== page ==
Converting a wooded area into pasture | Living the Country Life
More
Close

Converting a wooded area into pasture

Converting a wooded area into pasture requires a lot of planning. Which trees to take out, where to plant grasses, and how to control erosion are all considerations.

Radio interview source: Willie Woode, Senior Conservation Specialist, Northern Virginia Soil and Water Conservation District

 
Converting a wooded area into a brand new pasture is a process that takes a lot of study. It includes evaluating your soil type to determine the right species of grasses, and considering the slope of the land. A woodland with more than a 15-percent slope is not recommended for pasture.
 
Willie Woode is a senior conservation specialist with the Northern Virginia Soil and Water Conservation District.  He says don't immediately bulldoze all the trees. Some have to stay to provide shade and add depth to the pasture. Prioritize what stays and what goes.
 
"If there is any plant that is toxic to the horses that is the first to be taken off," he says. "The smaller trees would go, unhealthy trees would go, trees that provide too much shade, because you've got to have full sun in the pasture, would also go. Then, be left with healthy, mature trees that don't provide too much shade."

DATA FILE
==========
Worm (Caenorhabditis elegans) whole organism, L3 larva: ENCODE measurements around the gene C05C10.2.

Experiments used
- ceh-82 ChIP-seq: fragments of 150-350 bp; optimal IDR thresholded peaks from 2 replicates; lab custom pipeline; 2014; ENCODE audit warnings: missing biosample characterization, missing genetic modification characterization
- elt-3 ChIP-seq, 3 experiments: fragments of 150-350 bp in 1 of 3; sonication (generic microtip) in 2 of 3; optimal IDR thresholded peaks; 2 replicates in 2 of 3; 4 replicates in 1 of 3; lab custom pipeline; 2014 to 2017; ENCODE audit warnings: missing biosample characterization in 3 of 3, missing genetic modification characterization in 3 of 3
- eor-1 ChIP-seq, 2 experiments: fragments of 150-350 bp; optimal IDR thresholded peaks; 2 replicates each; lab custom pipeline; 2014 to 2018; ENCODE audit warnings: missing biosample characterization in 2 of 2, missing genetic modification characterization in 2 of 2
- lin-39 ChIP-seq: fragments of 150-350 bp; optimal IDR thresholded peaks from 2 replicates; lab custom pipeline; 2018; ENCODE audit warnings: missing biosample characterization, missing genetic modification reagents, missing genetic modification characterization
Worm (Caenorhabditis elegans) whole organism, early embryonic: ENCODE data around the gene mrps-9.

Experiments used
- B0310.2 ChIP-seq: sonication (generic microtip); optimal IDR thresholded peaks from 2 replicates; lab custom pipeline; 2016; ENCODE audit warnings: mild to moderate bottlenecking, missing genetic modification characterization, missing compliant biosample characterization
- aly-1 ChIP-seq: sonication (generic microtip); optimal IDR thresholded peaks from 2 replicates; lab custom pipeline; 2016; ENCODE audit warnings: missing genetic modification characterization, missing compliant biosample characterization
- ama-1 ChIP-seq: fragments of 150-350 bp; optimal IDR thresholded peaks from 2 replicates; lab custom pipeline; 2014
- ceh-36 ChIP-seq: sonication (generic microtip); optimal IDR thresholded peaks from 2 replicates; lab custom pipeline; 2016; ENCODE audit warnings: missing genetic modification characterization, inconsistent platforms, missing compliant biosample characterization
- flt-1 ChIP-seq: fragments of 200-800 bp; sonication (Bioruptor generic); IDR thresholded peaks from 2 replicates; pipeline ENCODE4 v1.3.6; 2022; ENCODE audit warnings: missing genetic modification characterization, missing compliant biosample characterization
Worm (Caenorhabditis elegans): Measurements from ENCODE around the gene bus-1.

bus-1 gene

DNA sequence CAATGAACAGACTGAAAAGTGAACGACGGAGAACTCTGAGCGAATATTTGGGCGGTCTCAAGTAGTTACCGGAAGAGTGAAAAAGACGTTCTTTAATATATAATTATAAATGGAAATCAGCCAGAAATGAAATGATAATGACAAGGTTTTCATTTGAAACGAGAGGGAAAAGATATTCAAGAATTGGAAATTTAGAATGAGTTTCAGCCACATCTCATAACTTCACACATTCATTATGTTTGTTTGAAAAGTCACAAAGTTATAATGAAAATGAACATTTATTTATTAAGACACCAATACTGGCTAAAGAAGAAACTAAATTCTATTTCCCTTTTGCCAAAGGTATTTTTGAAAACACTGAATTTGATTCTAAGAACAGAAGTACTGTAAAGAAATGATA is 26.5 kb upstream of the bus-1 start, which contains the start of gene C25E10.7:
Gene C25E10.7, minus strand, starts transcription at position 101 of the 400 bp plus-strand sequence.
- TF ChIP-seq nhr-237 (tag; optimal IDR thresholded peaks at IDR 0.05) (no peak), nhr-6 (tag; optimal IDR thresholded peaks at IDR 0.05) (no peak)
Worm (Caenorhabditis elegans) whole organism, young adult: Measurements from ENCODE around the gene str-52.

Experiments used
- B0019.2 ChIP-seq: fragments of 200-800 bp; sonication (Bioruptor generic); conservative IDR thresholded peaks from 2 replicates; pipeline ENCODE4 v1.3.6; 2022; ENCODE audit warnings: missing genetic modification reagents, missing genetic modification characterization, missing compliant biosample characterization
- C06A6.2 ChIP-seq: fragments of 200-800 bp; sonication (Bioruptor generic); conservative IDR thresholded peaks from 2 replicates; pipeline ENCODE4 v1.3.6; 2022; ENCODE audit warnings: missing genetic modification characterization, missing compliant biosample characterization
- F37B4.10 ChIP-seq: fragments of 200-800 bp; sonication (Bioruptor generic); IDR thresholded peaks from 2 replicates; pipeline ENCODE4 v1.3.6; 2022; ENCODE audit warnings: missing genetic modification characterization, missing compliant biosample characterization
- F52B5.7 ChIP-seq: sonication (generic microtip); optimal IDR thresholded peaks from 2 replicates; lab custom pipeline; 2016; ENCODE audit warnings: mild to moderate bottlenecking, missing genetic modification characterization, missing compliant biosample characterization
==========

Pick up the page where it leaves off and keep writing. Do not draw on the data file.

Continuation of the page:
Leave as many trees as you can on areas with steeper slopes, because they help hold the soil in place. Woode also recommends installing silt fences for erosion control around the perimeter of the area.
 
Test the soil pH before you plant. In a wooded area, the soil is usually very acidic, so it's important to correct the pH by adding the recommended amount of lime.
 
"Once you remove the trees and the soil is disturbed, that's an ideal time to go in there and plow your lime into the soil," says Woode. "Because the lime is unlike fertilizer, it doesn't dissolve very easily. It takes some time for it to chemically combine with the soil itself for it to change the pH.  So we've proven that if you can disc it into the soil, it's more effective."
 
Next, apply phosphorous and potash for root development. Once the pasture grasses are growing you can put down nitrogen.

You might like...

Latest Blogs

Lisa's Kitchen |
12/17/14 | 5:26 PM
I love snickerdoodles. My Grandma Foust used to make them for me and my dad, and they...read more
Betsy's Backyard |
12/16/14 | 11:03 AM
I adopted two feral kittens from the rescue center three months ago. They are still...read more

Add Your Comment

You must be logged in to leave a comment. Login